Archive for the ‘ADC’ Category

Arduino and the LTC2440 24bit ADC

Wednesday, July 11th, 2012

Have you ever wondered how to improve the resolution of analog readings of your Arduino board? If yes, this is for you.

John Beale, discussing on the Dangerous Prototypes’ forum, quickly describes how to connect a Linear’s LTC2440 ADC to an Arduino board, which will provide you with an amazing 24 bit resolution.

The ADC, which is available in a SSOP package, can be connected to the Arduino via the SPI bus. Here John provides a brief sketch and some very useful comments to make it working properly.

[Via: Dangerous Prototypes]

DIY Radio Control

Monday, May 14th, 2012

Going to buy a new Wireless Controller for your next Robotics project. Why buy a new one when you can Do-It-Yourself? All you need is an Arduino, an old Joystick with a Gameport (15-pin connector) and a pair of Series 1 xBee Modules.

The explanation of the xBee Configuration and the xBee Packet Description is very well done at the blog.

Block Diagram

Transmitter: Joystick + xBee [No additional hardware needed]
Receiver: xBee + Arduino + [your amazing Robot, Car or a Plane!]

Schematic

 

Tutorial: Arduino And The AREF Pin

Monday, December 13th, 2010

Great Tutorial from TronixStuff about the less known Arduino AREF Pin. First: what is resolution?

We measure resolution in the terms of the number of bits of resolution. For example, a 1-bit resolution would only allow two (two to the power of one) values – zero and one. A 2-bit resolution would allow four (two to the power of two) values – zero, one, two and three. If we tried to measure  a five volt range with a two-bit resolution, and the measured voltage was four volts, our ADC would return a value of 3 – as four volts falls between 3.75 and 5V.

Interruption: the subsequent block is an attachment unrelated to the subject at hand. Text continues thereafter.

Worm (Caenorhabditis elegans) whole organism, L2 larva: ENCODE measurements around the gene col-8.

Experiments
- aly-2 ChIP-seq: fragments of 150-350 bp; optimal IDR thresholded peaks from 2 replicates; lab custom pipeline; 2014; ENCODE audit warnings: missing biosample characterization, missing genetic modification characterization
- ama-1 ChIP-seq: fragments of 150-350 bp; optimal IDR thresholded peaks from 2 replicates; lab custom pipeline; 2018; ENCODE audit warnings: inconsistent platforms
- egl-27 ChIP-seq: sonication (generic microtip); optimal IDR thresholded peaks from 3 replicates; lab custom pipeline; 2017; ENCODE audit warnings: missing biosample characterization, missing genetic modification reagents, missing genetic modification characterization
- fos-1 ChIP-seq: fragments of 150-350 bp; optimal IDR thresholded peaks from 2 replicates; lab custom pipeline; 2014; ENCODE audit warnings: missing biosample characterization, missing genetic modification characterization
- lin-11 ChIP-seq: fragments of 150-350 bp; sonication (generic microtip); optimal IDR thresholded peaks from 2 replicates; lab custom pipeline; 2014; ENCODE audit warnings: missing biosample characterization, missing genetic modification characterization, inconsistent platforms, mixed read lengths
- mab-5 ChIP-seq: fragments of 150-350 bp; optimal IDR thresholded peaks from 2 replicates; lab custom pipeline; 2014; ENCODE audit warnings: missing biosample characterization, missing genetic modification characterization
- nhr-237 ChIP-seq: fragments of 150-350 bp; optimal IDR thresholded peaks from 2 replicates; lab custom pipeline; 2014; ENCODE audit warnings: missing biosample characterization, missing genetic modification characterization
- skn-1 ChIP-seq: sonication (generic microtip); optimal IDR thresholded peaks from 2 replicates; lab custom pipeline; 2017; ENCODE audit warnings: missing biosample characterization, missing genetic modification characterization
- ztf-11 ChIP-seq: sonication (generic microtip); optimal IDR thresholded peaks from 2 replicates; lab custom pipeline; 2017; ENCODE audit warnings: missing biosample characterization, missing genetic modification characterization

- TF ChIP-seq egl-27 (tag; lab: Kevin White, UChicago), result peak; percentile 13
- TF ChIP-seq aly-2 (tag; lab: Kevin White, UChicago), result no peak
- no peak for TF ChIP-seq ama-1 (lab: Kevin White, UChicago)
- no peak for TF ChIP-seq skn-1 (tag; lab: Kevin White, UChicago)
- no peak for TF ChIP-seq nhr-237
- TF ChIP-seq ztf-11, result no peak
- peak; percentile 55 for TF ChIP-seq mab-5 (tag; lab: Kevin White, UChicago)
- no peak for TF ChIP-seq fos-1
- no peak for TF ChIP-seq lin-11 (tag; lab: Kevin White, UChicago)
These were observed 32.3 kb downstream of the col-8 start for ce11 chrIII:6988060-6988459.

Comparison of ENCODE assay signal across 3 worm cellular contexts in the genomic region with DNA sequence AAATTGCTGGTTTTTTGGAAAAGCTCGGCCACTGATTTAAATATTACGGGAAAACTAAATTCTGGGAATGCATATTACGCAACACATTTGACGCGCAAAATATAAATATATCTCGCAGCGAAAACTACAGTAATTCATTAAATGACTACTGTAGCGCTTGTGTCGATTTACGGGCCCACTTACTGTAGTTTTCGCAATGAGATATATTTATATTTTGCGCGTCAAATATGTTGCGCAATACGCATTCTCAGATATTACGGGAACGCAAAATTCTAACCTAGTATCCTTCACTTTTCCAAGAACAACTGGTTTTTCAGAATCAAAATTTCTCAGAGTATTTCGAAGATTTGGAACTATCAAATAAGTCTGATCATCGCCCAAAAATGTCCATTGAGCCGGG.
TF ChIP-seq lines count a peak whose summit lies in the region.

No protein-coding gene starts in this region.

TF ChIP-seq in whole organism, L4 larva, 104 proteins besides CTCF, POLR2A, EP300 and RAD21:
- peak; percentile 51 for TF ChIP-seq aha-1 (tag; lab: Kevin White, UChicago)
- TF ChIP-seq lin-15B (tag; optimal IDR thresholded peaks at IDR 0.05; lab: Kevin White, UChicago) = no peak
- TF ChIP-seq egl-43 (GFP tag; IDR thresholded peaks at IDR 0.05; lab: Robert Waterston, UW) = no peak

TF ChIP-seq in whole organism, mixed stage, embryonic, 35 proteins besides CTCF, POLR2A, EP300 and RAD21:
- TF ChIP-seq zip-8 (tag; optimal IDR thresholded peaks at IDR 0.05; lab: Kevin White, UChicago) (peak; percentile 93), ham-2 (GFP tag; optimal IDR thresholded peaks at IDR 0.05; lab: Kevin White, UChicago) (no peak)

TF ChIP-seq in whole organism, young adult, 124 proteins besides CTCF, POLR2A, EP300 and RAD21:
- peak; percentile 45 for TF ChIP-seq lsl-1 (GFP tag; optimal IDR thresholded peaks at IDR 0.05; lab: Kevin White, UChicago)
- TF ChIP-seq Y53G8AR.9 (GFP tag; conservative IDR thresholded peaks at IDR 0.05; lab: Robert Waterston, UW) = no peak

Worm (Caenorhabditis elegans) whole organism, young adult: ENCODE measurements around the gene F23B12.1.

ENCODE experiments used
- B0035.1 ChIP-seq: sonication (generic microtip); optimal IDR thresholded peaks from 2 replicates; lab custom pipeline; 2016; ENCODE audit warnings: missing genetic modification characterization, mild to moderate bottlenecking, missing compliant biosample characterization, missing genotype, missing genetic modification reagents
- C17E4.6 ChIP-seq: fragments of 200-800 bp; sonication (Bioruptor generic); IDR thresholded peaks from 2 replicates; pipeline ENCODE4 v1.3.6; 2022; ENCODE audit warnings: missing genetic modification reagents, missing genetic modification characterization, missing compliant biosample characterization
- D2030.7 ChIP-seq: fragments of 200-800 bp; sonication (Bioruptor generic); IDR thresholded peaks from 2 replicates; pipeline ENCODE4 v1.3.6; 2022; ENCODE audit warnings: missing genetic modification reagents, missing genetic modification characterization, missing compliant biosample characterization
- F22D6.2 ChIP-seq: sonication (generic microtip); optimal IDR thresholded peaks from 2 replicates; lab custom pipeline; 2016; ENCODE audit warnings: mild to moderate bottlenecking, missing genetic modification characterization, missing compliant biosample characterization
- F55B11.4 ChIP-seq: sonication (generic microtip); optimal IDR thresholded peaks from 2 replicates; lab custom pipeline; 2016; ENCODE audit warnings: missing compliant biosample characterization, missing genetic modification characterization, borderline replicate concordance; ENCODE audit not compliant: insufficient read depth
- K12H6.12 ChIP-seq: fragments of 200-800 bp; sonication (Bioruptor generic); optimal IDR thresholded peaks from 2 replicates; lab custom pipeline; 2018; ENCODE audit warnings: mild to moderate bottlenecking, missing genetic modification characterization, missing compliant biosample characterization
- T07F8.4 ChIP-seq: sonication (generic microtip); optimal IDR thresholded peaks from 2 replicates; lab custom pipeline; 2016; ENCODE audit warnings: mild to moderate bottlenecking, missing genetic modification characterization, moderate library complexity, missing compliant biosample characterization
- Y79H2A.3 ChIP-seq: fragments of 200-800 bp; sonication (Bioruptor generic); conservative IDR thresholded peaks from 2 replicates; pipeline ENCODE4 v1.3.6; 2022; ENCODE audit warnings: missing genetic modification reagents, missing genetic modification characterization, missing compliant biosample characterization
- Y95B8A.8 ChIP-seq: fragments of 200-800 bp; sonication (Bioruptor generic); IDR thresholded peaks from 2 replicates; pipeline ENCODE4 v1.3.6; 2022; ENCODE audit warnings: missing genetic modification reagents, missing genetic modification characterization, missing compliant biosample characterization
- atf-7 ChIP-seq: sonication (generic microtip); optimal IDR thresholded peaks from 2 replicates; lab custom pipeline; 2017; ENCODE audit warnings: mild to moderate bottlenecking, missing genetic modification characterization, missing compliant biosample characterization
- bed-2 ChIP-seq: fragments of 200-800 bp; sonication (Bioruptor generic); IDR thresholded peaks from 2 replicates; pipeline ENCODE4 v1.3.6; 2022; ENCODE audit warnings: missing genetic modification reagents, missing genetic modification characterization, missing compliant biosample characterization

What is AREF?

AREF means Analogue REFerence. It allows us to feed the Arduino a reference voltage from an external power supply. For example, if we want to measure voltages with a maximum range of 3.3V, we would feed a nice smooth 3.3V into the AREF pin – perhaps from a voltage regulator IC. Then the each step of the ADC would represent 3.22 millivolts.

Read on this well detailed tutorial via [TronixStuff]

Tired Of A 10 Bit Res? Hook Up A Better Analog-To-Digital ConverterTired Of A 10 Bit Res? Hook Up A Better Analog-To-Digital ConverterTired Of A 10 Bit Res? Hook Up A Better Analog-To-Digital Converter

Monday, November 29th, 2010

 

[Martin Nawrath] from Lab3, Cologne, made a nice  ADC tutorial based on the 18bit LTC2400:

If the resolution of the Arduino is not enough for your application you have to try it with a better ADC. The LTC2400 gives you a resolution of up to 24 bit at a datarate of 5 samples per seconds  and is quite  simple to connect. With this device you can connect sensors which have only a low output level like thermo couples or force strain gauges. The high sensitivity can make the use of  of an preamp needless.

[Martin Nawrath] from Lab3, Cologne, made a nice ADC tutorial based on the 18bit LTC2400:

If the resolution of the Arduino is not enough for your application you have to try it with a better ADC. The LTC2400 gives you a resolution of up to 24 bit at a datarate of 5 samples per seconds and is quite simple to connect. With this device you can connect sensors which have only a low output level like thermo couples or force strain gauges. The high sensitivity can make the use of of an preamp needless.

 

[Martin Nawrath] from Lab3, Cologne, made a nice  ADC tutorial based on the 18bit LTC2400:

If the resolution of the Arduino is not enough for your application you have to try it with a better ADC. The LTC2400 gives you a resolution of up to 24 bit at a datarate of 5 samples per seconds  and is quite  simple to connect. With this device you can connect sensors which have only a low output level like thermo couples or force strain gauges. The high sensitivity can make the use of  of an preamp needless.

(more…)